As hopes continue to grow on the outlook for the UK economy so will the Lloyds share price as we can see below.

But the longer term chart still remains bearish.



Square is an alternative financial stock; they are a US based payments solutions provider. It provides technology and services that among other things allows simple tablets and phones to become payment devices. If you want to know where the money previously invested in the bricks and mortar banks has gone over the past few years simply look at Square’s graph below. Square is powering up towards all-time highs. The Covid pandemic barely created a blip in its weekly chart below. As a result, those looking to see a bounce back in the wider economy on a Covid vaccine would be better placed buying into the future, with Square.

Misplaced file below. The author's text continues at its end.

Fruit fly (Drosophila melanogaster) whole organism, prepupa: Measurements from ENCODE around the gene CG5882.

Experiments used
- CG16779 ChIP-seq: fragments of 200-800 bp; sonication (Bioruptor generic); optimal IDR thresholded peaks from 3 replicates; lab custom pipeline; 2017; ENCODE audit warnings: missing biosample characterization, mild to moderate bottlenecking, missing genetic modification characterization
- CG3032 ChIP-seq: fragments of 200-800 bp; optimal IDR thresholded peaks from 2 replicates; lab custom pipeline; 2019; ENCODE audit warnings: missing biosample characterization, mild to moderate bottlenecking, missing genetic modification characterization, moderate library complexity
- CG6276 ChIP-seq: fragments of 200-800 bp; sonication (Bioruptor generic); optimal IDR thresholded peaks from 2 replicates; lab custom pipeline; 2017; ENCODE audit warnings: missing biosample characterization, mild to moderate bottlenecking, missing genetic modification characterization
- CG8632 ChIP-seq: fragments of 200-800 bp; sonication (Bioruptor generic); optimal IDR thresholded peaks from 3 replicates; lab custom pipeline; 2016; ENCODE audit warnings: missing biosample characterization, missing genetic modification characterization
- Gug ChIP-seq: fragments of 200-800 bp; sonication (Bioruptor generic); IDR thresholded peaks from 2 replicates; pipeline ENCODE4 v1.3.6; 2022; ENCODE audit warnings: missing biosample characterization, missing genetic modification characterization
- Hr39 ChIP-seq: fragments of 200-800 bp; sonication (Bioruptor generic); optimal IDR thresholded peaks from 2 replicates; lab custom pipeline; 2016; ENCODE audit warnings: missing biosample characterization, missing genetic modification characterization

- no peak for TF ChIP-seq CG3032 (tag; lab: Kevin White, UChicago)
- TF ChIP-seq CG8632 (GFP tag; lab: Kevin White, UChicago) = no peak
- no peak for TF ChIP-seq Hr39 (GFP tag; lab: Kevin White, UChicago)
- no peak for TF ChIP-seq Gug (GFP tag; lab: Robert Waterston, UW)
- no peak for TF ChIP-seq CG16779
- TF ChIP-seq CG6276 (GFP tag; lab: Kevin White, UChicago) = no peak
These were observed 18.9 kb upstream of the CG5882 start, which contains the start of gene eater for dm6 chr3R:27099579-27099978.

This is another stock that has been under-performing for years, Covid 19 simply hit its operations at an accelerated pace. The graph below is the Weekly graph of Cineworld. The Covid collapse is clear but accounts for less than half of its losses over this period. The splintered nature of today’s audience means that it takes a global event like Avengers Endgame to create a “must-see” event, outside of these true blockbusters cinema chains have quite clearly been suffering for years, is the Covid vaccine news really going to reverse this long term trend? as a result the 40% gains recently could also be a case of too much too soon.


Cineworld's share price has certainly seen a return of the buyers, but after the initial jump up it is now chopping around. You also need to ask yourself the question, how much of that jump was fresh buys and how much was short sellers closing? The longer term chart below certainly highlgihts the problems the shares have seen prior to Covid.